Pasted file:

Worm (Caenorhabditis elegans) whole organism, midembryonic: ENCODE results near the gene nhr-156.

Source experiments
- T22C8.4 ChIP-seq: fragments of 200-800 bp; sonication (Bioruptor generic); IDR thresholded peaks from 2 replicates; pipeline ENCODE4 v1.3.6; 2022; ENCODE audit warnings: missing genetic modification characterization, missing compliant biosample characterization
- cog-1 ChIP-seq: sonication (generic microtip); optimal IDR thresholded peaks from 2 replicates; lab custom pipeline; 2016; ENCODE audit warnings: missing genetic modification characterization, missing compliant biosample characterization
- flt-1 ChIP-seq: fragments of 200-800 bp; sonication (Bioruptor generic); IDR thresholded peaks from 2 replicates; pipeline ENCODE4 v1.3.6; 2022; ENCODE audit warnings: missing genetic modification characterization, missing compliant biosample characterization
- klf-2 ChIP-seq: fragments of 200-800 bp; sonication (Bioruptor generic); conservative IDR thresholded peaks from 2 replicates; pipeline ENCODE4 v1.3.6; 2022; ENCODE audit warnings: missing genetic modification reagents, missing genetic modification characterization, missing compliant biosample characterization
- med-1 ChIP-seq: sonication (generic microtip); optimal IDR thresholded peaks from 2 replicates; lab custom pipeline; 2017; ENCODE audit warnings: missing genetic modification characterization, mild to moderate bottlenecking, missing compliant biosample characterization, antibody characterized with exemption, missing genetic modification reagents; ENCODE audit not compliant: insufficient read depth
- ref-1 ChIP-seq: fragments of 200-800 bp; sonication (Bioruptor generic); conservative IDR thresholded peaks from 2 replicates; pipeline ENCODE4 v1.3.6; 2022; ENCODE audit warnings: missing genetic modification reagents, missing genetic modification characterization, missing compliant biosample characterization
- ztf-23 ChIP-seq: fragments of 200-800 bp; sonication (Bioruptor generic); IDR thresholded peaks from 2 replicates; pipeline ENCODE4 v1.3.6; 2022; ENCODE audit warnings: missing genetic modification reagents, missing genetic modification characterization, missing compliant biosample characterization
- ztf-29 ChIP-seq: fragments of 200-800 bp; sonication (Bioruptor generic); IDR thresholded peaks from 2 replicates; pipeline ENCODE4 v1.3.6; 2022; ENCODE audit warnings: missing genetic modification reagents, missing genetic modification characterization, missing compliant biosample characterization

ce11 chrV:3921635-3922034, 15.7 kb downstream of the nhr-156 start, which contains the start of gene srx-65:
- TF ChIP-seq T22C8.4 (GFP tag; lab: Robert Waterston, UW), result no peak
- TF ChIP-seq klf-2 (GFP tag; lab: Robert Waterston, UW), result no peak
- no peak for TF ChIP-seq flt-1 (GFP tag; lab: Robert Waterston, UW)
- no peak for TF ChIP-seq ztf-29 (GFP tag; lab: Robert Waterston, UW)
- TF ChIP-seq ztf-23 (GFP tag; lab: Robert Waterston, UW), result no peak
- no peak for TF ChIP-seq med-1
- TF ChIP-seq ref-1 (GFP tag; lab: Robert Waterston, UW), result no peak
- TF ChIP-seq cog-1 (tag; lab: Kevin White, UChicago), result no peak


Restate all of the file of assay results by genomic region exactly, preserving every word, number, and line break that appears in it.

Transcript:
Worm (Caenorhabditis elegans) whole organism, midembryonic: ENCODE results near the gene nhr-156.

Source experiments
- T22C8.4 ChIP-seq: fragments of 200-800 bp; sonication (Bioruptor generic); IDR thresholded peaks from 2 replicates; pipeline ENCODE4 v1.3.6; 2022; ENCODE audit warnings: missing genetic modification characterization, missing compliant biosample characterization
- cog-1 ChIP-seq: sonication (generic microtip); optimal IDR thresholded peaks from 2 replicates; lab custom pipeline; 2016; ENCODE audit warnings: missing genetic modification characterization, missing compliant biosample characterization
- flt-1 ChIP-seq: fragments of 200-800 bp; sonication (Bioruptor generic); IDR thresholded peaks from 2 replicates; pipeline ENCODE4 v1.3.6; 2022; ENCODE audit warnings: missing genetic modification characterization, missing compliant biosample characterization
- klf-2 ChIP-seq: fragments of 200-800 bp; sonication (Bioruptor generic); conservative IDR thresholded peaks from 2 replicates; pipeline ENCODE4 v1.3.6; 2022; ENCODE audit warnings: missing genetic modification reagents, missing genetic modification characterization, missing compliant biosample characterization
- med-1 ChIP-seq: sonication (generic microtip); optimal IDR thresholded peaks from 2 replicates; lab custom pipeline; 2017; ENCODE audit warnings: missing genetic modification characterization, mild to moderate bottlenecking, missing compliant biosample characterization, antibody characterized with exemption, missing genetic modification reagents; ENCODE audit not compliant: insufficient read depth
- ref-1 ChIP-seq: fragments of 200-800 bp; sonication (Bioruptor generic); conservative IDR thresholded peaks from 2 replicates; pipeline ENCODE4 v1.3.6; 2022; ENCODE audit warnings: missing genetic modification reagents, missing genetic modification characterization, missing compliant biosample characterization
- ztf-23 ChIP-seq: fragments of 200-800 bp; sonication (Bioruptor generic); IDR thresholded peaks from 2 replicates; pipeline ENCODE4 v1.3.6; 2022; ENCODE audit warnings: missing genetic modification reagents, missing genetic modification characterization, missing compliant biosample characterization
- ztf-29 ChIP-seq: fragments of 200-800 bp; sonication (Bioruptor generic); IDR thresholded peaks from 2 replicates; pipeline ENCODE4 v1.3.6; 2022; ENCODE audit warnings: missing genetic modification reagents, missing genetic modification characterization, missing compliant biosample characterization

ce11 chrV:3921635-3922034, 15.7 kb downstream of the nhr-156 start, which contains the start of gene srx-65:
- TF ChIP-seq T22C8.4 (GFP tag; lab: Robert Waterston, UW), result no peak
- TF ChIP-seq klf-2 (GFP tag; lab: Robert Waterston, UW), result no peak
- no peak for TF ChIP-seq flt-1 (GFP tag; lab: Robert Waterston, UW)
- no peak for TF ChIP-seq ztf-29 (GFP tag; lab: Robert Waterston, UW)
- TF ChIP-seq ztf-23 (GFP tag; lab: Robert Waterston, UW), result no peak
- no peak for TF ChIP-seq med-1
- TF ChIP-seq ref-1 (GFP tag; lab: Robert Waterston, UW), result no peak
- TF ChIP-seq cog-1 (tag; lab: Kevin White, UChicago), result no peak